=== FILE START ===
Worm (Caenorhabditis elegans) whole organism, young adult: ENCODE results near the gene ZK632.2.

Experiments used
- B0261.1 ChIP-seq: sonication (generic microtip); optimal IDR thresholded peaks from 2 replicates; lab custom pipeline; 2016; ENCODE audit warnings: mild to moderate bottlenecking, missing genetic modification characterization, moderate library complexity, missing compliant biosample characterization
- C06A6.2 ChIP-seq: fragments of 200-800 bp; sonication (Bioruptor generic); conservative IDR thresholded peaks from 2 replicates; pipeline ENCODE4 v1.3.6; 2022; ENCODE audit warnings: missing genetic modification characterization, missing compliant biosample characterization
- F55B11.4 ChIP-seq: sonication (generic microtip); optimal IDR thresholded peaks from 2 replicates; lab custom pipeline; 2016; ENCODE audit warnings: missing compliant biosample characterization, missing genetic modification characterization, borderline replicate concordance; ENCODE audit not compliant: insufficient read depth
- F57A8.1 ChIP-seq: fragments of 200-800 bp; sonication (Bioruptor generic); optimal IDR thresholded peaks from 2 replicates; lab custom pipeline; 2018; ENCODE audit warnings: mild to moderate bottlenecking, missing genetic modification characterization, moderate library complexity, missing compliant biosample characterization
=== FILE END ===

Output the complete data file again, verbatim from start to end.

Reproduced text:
Worm (Caenorhabditis elegans) whole organism, young adult: ENCODE results near the gene ZK632.2.

Experiments used
- B0261.1 ChIP-seq: sonication (generic microtip); optimal IDR thresholded peaks from 2 replicates; lab custom pipeline; 2016; ENCODE audit warnings: mild to moderate bottlenecking, missing genetic modification characterization, moderate library complexity, missing compliant biosample characterization
- C06A6.2 ChIP-seq: fragments of 200-800 bp; sonication (Bioruptor generic); conservative IDR thresholded peaks from 2 replicates; pipeline ENCODE4 v1.3.6; 2022; ENCODE audit warnings: missing genetic modification characterization, missing compliant biosample characterization
- F55B11.4 ChIP-seq: sonication (generic microtip); optimal IDR thresholded peaks from 2 replicates; lab custom pipeline; 2016; ENCODE audit warnings: missing compliant biosample characterization, missing genetic modification characterization, borderline replicate concordance; ENCODE audit not compliant: insufficient read depth
- F57A8.1 ChIP-seq: fragments of 200-800 bp; sonication (Bioruptor generic); optimal IDR thresholded peaks from 2 replicates; lab custom pipeline; 2018; ENCODE audit warnings: mild to moderate bottlenecking, missing genetic modification characterization, moderate library complexity, missing compliant biosample characterization